Forget the Weather. Here’s the Forecast You Really Need to Know

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Onward and upward might be a cliché, but it seems to accurately describe the price of just about everything. Here’s what the inflation forecast looks like for 2015.

There’s a reason you could buy a car at the turn of the century for about $700, but a new one today will set you back, on average, somewhere north of $32,000. And no, you can’t blame it all on technology or materials or the cost of labor, although all of those do a play a role in rising prices.

Instead, the major factor in the increasing price of cars (and everything else for that matter) can be summed up in one word: inflation. It’s a complex economic concept, but inflation basically means that, over time, prices go up and money’s purchasing power goes down.

How much more will inflation cost you in 2015? Money Talks News finance expert Stacy Johnson has a breakdown in the video below. Watch what Stacy has to say, and then keep scrolling to see the numbers in black and white.

There isn’t much good about recessions, but they do often keep inflation rates low. The Great Recession has been no exception, with the overall inflation rate remaining relatively flat in recent years.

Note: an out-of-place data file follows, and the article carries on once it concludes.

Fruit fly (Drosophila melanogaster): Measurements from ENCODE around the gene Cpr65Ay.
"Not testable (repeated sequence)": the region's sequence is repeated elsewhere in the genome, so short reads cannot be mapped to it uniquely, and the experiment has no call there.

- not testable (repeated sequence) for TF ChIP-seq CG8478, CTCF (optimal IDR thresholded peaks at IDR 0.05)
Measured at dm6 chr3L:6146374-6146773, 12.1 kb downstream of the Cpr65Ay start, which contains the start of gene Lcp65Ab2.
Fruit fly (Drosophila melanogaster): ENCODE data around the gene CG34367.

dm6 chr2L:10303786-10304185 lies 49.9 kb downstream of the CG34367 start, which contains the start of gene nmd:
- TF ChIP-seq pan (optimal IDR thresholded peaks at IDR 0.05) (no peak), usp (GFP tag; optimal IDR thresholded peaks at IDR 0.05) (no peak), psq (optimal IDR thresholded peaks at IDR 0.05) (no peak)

In December, the Federal Reserve downgraded its inflation forecast for 2015 and is predicting that overall inflation will fall somewhere between a mere 1 to 1.6 percent for the year. Originally, the Fed had said it thought inflation would be between 1.6 and 1.9 percent in 2015.

Food prices will go a little higher

While the Federal Reserve’s inflation prediction can provide a good barometer for the overall state of the economy, not every sector grows at the same rate.

For example, food is one area expected to see price increases higher than the overall inflation rate. The Economic Research Service in the U.S. Department of Agriculture calculates an annual food price inflation, and it estimates supermarket food prices will rise 2 to 3 percent in 2015.

However, some categories of food may see prices rise more than others during the coming year.

  • Pork, beef and veal — 4.5 to 5.5 percent.
  • Poultry, fresh fruits and dairy products — 2.5 to 3.5 percent.
  • Fresh vegetables — 2 to 3 percent.
  • Sugar and sweets — 1.5 to 2.5 percent.
  • Eggs — 1 to 2 percent.
  • Cereal and bakery products — 0.5 to 1.5 percent.

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